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Faculty Profile: Exoplanet Hunter Joins IfA Faculty

Andrew Howard
Andrew Howard   

Andrew Howard is the newest member of the IfA faculty. He comes to Hawai‘i from the University of California, Berkeley, where he worked with renowned planet hunter Geoff Marcy on the California Planet Survey, which searches for exoplanets (those orbiting a star other than our Sun). In a March 2011 public talk in California, Howard explained how he searched for exoplanets on the Keck I telescope on Mauna Kea using remote observing equipment in the basement of the Berkeley astronomy building. He lamented that while this setup “is nice for having dinner with my wife and kid,” it is “not so good if you want to go to Hawai‘i often.” Well, now he is here.

The subject of Howard’s dissertation was optical SETI (search for extraterrestrial intelligence). He says that “SETI, the search for extrasolar planets, and astrobiology are all ways of answering a common set of questions about our origins, how common planets like Earth are, and our place in the Universe.”

His current research focuses on the origin and evolution of a particular subgroup of exoplanets. “I am especially interested in figuring out the diversity of origins, of compositions, of structures of this new intermediate group of planets between the size of Earth and Neptune.” There are none in our solar system, but scientists are beginning to uncover them in great numbers in other solar systems. Their differences in composition could tell us about their origins.

Howard has been involved with the Kepler mission, a space telescope that is surveying a portion of the sky to find Earth-like planets that eclipse (or “transit”) their stars. His role is to analyze the deluge of Kepler-discovered planets to find patterns in the planet properties and to interpret those patterns in the context of planet formation, migration, evolution, and how common planets of a particular size are.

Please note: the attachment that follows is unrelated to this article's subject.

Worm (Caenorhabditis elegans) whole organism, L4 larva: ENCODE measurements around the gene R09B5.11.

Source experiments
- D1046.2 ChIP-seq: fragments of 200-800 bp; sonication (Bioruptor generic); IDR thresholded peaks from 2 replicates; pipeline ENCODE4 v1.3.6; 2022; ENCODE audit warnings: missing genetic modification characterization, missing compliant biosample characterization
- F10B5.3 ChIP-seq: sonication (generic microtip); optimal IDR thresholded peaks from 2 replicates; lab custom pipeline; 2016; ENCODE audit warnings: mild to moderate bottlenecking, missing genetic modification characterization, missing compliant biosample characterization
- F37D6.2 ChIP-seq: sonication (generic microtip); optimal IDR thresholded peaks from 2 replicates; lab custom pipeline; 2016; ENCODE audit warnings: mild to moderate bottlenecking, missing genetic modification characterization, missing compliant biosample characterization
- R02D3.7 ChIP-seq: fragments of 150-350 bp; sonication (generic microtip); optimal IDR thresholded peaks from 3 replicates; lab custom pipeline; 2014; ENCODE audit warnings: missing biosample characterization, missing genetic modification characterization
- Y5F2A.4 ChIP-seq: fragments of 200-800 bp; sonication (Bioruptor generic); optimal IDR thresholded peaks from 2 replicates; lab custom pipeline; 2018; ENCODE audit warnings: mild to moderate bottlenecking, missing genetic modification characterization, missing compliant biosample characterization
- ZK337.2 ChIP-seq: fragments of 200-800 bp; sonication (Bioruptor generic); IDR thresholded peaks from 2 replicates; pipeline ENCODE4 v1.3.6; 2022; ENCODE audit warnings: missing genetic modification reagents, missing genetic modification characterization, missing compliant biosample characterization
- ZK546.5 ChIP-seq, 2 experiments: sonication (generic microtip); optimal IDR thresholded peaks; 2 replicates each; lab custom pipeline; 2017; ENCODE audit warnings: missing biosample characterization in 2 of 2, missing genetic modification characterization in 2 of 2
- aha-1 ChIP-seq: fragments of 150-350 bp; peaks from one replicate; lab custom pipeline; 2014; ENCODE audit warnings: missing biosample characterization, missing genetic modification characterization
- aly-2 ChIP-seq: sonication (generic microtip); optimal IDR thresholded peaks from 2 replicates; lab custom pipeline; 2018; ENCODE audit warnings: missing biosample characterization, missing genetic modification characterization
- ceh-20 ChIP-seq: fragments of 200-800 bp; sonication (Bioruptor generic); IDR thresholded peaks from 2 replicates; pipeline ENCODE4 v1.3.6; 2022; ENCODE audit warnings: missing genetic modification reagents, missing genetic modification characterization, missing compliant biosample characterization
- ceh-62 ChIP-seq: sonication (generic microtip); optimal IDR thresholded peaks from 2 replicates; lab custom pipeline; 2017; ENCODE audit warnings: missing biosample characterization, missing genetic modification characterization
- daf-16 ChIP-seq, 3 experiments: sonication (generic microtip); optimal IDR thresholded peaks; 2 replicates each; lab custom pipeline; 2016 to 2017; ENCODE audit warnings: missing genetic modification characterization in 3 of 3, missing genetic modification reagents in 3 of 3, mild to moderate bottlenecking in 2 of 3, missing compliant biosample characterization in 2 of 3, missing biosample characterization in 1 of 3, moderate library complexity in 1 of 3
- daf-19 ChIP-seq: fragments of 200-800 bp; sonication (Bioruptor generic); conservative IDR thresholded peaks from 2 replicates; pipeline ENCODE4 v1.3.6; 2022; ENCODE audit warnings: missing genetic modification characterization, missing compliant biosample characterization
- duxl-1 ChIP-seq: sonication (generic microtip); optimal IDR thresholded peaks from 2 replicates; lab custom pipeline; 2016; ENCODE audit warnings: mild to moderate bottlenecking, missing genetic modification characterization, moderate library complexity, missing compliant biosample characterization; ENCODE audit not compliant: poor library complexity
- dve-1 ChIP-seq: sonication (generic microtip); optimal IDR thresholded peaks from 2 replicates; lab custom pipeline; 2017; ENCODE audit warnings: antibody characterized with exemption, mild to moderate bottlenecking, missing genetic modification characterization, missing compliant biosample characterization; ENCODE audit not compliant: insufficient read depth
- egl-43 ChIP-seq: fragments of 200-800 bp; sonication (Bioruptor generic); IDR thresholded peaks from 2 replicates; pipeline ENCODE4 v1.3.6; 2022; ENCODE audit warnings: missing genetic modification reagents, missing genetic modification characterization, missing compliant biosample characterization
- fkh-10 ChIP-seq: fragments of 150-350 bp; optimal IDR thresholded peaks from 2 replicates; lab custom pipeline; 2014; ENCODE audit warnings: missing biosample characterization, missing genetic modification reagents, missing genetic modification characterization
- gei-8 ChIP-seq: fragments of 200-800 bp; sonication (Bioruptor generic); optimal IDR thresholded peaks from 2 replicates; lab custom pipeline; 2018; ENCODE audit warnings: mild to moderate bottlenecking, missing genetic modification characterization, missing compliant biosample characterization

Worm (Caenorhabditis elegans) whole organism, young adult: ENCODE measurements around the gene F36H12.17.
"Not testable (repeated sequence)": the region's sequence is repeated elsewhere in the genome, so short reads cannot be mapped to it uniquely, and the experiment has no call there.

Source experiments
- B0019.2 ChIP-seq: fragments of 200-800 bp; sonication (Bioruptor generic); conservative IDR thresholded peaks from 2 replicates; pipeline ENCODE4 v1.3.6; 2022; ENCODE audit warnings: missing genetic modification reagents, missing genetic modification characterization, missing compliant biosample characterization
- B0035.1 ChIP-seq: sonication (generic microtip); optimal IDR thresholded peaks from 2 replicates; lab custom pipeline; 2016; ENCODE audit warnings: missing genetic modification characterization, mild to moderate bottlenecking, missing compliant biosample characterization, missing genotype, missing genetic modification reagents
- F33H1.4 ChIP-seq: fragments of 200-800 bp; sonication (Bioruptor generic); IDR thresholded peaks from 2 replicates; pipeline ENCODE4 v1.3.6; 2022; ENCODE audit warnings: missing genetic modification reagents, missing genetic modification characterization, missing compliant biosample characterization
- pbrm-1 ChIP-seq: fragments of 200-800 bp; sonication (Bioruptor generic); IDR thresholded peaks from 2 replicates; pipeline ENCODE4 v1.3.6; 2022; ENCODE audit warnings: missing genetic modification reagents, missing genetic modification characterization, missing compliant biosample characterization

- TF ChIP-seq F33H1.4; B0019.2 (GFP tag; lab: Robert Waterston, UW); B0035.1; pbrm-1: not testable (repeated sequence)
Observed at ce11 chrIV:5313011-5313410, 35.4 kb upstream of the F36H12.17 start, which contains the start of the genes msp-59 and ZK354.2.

While Kepler is good at finding large numbers of planets, most of them are much too distant to be studied in detail. For that, Howard and colleagues use the Keck telescope. They look at a smaller number of nearby stars to detect planets and determine their masses and orbits using the radial velocity method, which measures how much an orbiting planet causes its star to wobble. This method is complementary to the work with Kepler, which measures the radius (size) of planets. A very small number of the planets found by the radial velocity method also happen to transit their stars, so Howard and colleagues are able to measure both the radius and mass. With these two measurements they can compute the planet’s density, which tells them what the planet is made of (gas, rock, water, etc.). Sometimes they are able to do “transmission spectroscopy”: As the planet eclipses its host star, the star acts like a giant searchlight shining through the planet’s atmosphere. This enables them to determine what elements and molecules are present in the planet’s atmosphere.

Howard and his wife Sarah have two children, an 11-month-old daughter and a four-year-old son. Time permitting, he enjoys photography and cycling, and would like to take advantage of the opportunities in Hawai‘i to go snorkeling and hiking.